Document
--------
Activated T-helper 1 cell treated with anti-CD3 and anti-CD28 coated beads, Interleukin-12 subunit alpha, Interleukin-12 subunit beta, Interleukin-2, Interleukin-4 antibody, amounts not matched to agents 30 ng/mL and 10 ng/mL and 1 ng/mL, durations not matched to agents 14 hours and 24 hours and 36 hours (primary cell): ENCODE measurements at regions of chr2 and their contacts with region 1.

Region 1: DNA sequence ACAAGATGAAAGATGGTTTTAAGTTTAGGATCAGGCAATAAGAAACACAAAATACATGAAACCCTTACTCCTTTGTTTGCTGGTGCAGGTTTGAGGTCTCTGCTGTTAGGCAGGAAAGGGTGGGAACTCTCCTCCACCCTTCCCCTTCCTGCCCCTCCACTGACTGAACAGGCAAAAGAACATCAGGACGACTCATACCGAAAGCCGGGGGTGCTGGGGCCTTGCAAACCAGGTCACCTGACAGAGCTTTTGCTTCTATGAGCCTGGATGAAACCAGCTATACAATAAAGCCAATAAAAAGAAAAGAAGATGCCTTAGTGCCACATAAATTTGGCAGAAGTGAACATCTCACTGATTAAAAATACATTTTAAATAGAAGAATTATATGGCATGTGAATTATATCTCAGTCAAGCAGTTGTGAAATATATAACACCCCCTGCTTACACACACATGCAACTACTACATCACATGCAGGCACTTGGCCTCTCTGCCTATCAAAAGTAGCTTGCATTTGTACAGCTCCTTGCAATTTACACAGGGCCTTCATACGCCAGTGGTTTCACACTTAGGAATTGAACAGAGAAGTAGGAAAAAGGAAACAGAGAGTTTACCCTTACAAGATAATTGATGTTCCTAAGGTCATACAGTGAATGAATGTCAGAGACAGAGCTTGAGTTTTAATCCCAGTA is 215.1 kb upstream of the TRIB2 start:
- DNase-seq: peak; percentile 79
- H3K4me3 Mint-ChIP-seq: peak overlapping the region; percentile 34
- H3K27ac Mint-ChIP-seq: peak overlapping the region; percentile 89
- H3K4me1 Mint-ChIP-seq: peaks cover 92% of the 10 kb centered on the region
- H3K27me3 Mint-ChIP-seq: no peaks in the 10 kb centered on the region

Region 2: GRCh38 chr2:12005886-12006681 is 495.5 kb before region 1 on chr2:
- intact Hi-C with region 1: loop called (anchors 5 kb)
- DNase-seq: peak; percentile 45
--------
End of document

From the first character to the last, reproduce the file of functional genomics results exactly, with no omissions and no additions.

Activated T-helper 1 cell treated with anti-CD3 and anti-CD28 coated beads, Interleukin-12 subunit alpha, Interleukin-12 subunit beta, Interleukin-2, Interleukin-4 antibody, amounts not matched to agents 30 ng/mL and 10 ng/mL and 1 ng/mL, durations not matched to agents 14 hours and 24 hours and 36 hours (primary cell): ENCODE measurements at regions of chr2 and their contacts with region 1.

Region 1: DNA sequence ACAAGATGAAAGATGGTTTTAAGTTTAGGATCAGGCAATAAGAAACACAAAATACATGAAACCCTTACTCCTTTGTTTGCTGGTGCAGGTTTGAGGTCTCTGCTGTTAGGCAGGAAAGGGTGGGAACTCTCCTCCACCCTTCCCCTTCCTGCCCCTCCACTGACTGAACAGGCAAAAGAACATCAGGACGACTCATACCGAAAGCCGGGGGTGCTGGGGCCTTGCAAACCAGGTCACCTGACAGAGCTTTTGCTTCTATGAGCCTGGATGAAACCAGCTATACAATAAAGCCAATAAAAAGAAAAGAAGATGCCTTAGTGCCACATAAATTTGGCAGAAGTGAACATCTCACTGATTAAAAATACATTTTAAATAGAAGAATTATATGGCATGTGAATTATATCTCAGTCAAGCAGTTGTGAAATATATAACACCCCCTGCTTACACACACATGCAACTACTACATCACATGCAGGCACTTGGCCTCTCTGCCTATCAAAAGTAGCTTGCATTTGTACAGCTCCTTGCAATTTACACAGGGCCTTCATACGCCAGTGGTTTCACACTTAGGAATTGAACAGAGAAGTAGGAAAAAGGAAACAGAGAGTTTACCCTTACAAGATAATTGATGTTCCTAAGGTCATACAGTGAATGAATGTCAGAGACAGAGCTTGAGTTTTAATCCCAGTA is 215.1 kb upstream of the TRIB2 start:
- DNase-seq: peak; percentile 79
- H3K4me3 Mint-ChIP-seq: peak overlapping the region; percentile 34
- H3K27ac Mint-ChIP-seq: peak overlapping the region; percentile 89
- H3K4me1 Mint-ChIP-seq: peaks cover 92% of the 10 kb centered on the region
- H3K27me3 Mint-ChIP-seq: no peaks in the 10 kb centered on the region

Region 2: GRCh38 chr2:12005886-12006681 is 495.5 kb before region 1 on chr2:
- intact Hi-C with region 1: loop called (anchors 5 kb)
- DNase-seq: peak; percentile 45